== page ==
The Unexpected Way Glossy French Polish Is Really Made, According To Martha Stewart

Over the years, Martha Stewart has explored an array of home improvement projects, including polishing wood furniture. On an episode of her former television series, "The Martha Stewart Show," the domestic expert spoke with professional furniture maker, Christophe Pourny, about how to apply glossy French polish. While French polish is not actually a product, but rather a process of applying shellac, how it's made may be a little surprising. Often present on antique pieces like dining room tables and chairs, shellac is a resin that is released from the female lac bug. "I don't think people really realize that this is the actual excrement," Stewart explained on "The Martha Stewart Show." Shellac is not made from the actual feces of the lac bug, however.

How is the ultra-shiny polish made? Found in parts of Asia, the lac bug extracts the sap from a tree, then it transforms into a sticky red-infused substance, which is then processed into shellac. "It takes 100,000 of these bugs to make 1 pound [of shellac]," Stewart mentioned. A sublime substance, the insect-derived varnish can be clear or have colors like orange, red, and dark brown. While the process of making glossy French polish is a bit unexpected, the end result is fantastic. Originating in the 17th century, the high-gloss finish was seen as a superior product used on a variety of wooden furniture, including musical instruments. A somewhat lengthy process, you can also achieve this classic look layer by layer with the awe-inspiring, bug-based gloss.

From the lac insect to high-gloss shellac

Found in various forests of India and Thailand, the female lac bug secretes a resin — which is normally used to create a cocoon — that has become the main ingredient of the shellac known as glossy French polish. The amber-like resin is then dried into flakes. But before you can start varnishing your vintage wooden pieces or areas, the lac flakes must be combined with denatured alcohol to become shellac. Add a few tablespoons to about a cup of the crusted pieces, stir it gently, then let it sit and liquefy overnight. "I love shellac. I like the smell, I like what it does," Martha Stewart said (via "The Martha Stewart Show").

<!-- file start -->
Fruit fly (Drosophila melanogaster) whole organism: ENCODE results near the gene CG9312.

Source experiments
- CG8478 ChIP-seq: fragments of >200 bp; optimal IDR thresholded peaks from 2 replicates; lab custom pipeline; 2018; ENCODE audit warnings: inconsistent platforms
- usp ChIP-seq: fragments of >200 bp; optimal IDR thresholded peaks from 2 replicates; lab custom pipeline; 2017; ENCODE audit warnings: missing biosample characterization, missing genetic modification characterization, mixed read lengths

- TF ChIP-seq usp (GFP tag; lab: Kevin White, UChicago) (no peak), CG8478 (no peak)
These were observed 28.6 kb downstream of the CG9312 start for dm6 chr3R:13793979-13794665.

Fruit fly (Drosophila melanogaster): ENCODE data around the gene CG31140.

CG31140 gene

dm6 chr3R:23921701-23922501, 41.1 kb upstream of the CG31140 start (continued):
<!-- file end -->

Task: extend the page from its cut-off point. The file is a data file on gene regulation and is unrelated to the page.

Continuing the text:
Once the components have fused, make sure to shake or stir the container thoroughly before applying your shellac. If you want to enhance the color of your polish, you can add a suitable pigment following this merge. You might store your glossy mixture in a mason jar or squirt bottle in a cool place away from light and moisture, as the concoction can last several months. If you don't want to rely on making up the solution, there are pre-made formulas available in 1-quart cans, including 12-ounce spray canisters.

Applying glossy French polish is rewarding

With some basic tools, applying shellac is fairly easy, although it requires the right consistency and patience. "It's a very rewarding and exciting process," Martha Stewart said (via "The Martha Stewart Show"). A meticulous art form, start by wiping down the surface with alcohol, then coat it with a layer of shellac. "Don't put it right on the wood, put it on a rag," Stewart explained while using a piece of cheesecloth. You can also dab a bit onto a paintbrush or cotton rag, then work it onto the surface in upward and downward movements. 

For a fine, hand-rubbed finish, apply powdered pumice stone onto the surface using a felt rubbing pad —  you might also utilize pieces of cotton or wool tucked up in a soft rag. Sprinkle the flour-like substance onto the wood while adding more alcohol to your dabber, then rub it on repeatedly — this step can be done over a one- to two-week time period. Then, use a fresh applicator like a cotton T-shirt to apply the final shellac coatings in a circular motion. You may repeat this procedure up to 20 times. "And what emerges is this finish that's like soft silk," Stewart said. With a little help from our friend the lac bug, shellac is a timeless feature that continues to amaze us. However, it's not completely resilient, especially in humid areas like the bathroom and kitchen, where moisture can create white marks.